Vatican mulling married priests in the Amazon

Vatican mulling married priests in the Amazon
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The Vatican is considering letting older, married men be ordained as priests in remote parts of the Amazon to help address a shortage of clergy, Reuters reports.

A document released Monday is said to include the most direct mention of a married priest, marking a historic shift that could have implications for other areas where priests are scarce, Reuters notes. 

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"While affirming that celibacy is a gift for the Church, it is asked that for the most remote areas of the region, the possibility of priestly ordination of elders, preferably indigenous, respected and accepted by their community, even those who already have stable and consolidated families, be studied in order to ensure the sacraments to accompany and sustain Christian life," the document reads, according to the news service.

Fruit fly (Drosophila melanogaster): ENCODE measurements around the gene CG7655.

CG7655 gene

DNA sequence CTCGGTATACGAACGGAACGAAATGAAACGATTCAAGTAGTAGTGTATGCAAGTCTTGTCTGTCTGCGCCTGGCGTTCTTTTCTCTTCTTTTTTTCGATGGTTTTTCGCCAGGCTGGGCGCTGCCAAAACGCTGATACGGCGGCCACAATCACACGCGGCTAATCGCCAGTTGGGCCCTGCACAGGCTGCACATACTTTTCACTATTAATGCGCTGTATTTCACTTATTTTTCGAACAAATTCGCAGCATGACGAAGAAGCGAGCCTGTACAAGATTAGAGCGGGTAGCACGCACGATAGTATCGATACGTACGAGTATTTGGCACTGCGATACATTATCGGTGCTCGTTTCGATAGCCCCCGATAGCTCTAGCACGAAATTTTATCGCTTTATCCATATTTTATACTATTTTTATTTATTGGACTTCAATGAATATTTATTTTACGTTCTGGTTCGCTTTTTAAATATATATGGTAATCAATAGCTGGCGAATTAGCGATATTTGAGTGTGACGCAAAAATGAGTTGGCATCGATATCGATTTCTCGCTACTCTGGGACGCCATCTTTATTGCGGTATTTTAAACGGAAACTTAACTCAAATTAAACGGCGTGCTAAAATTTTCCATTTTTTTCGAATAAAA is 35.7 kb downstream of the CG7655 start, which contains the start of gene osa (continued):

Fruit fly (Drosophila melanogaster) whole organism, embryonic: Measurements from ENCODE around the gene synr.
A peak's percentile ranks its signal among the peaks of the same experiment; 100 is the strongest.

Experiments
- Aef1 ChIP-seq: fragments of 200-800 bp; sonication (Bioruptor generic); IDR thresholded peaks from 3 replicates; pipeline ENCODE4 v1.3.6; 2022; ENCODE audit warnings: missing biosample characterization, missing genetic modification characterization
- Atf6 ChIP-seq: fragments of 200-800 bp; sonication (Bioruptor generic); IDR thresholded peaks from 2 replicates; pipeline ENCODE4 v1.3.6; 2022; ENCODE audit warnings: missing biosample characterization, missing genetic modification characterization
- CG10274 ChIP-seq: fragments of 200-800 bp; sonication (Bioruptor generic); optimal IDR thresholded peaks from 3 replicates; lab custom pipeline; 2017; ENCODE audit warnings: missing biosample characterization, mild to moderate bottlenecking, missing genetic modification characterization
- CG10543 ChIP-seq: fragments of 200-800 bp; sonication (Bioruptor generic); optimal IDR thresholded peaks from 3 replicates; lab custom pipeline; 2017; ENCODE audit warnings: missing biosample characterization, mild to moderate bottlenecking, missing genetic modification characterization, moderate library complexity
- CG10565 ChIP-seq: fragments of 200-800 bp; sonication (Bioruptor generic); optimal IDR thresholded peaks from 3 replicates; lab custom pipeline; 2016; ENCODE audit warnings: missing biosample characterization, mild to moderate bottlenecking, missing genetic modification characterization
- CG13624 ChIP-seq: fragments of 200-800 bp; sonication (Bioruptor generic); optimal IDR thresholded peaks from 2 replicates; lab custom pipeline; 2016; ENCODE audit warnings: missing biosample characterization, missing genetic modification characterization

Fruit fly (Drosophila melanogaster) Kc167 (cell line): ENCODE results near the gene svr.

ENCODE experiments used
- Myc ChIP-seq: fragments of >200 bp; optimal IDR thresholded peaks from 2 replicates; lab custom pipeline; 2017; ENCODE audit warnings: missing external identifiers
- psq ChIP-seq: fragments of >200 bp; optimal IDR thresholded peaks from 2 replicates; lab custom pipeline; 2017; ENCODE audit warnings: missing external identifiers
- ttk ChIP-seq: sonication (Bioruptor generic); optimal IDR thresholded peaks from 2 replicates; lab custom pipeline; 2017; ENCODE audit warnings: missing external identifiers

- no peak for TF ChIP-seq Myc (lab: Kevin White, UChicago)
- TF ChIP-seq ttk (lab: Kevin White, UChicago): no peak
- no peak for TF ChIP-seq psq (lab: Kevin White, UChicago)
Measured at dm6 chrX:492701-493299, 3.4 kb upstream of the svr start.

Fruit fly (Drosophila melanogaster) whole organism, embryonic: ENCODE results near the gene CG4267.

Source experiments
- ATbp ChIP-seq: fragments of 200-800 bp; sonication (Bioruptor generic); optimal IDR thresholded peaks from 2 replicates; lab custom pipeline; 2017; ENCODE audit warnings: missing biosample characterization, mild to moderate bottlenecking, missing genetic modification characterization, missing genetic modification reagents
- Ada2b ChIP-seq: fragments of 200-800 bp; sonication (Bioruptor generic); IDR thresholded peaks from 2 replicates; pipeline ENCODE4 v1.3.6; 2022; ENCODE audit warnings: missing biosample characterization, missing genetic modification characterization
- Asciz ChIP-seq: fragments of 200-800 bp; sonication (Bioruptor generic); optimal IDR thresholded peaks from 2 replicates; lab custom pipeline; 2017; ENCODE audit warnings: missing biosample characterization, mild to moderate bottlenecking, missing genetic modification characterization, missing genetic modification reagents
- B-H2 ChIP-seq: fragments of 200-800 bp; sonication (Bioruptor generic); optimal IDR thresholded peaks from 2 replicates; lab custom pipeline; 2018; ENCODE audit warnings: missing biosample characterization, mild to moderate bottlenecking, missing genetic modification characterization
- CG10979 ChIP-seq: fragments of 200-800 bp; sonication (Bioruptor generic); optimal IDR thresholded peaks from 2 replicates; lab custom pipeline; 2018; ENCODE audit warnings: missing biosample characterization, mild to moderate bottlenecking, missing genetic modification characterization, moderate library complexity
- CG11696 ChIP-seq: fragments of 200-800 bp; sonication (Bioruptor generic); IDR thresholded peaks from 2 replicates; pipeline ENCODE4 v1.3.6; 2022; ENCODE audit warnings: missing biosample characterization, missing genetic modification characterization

The document also talked about “viri probati,” a Latin phrase that translates to “men of proven character” — older, involved members of the community with grown-up families — to address the shortage of Catholic clergy, according to Reuters. Without ordained priests, who are the only officials able to say Mass or hear confessions, Catholics are left unable to take part in either activity.

“Even if they already have an established and stable family, in order to guarantee the sacraments that accompany and sustain Christian life,” these priests may be ordained, the document says.

The document, which also reportedly suggested an unspecified “official ministry” for women in the region, is meant to be for a synod, or special meeting, scheduled from Oct. 6 to Oct. 27 at the Vatican.

The Vatican previously said in June 2018 that it was open to discussing ordaining married men.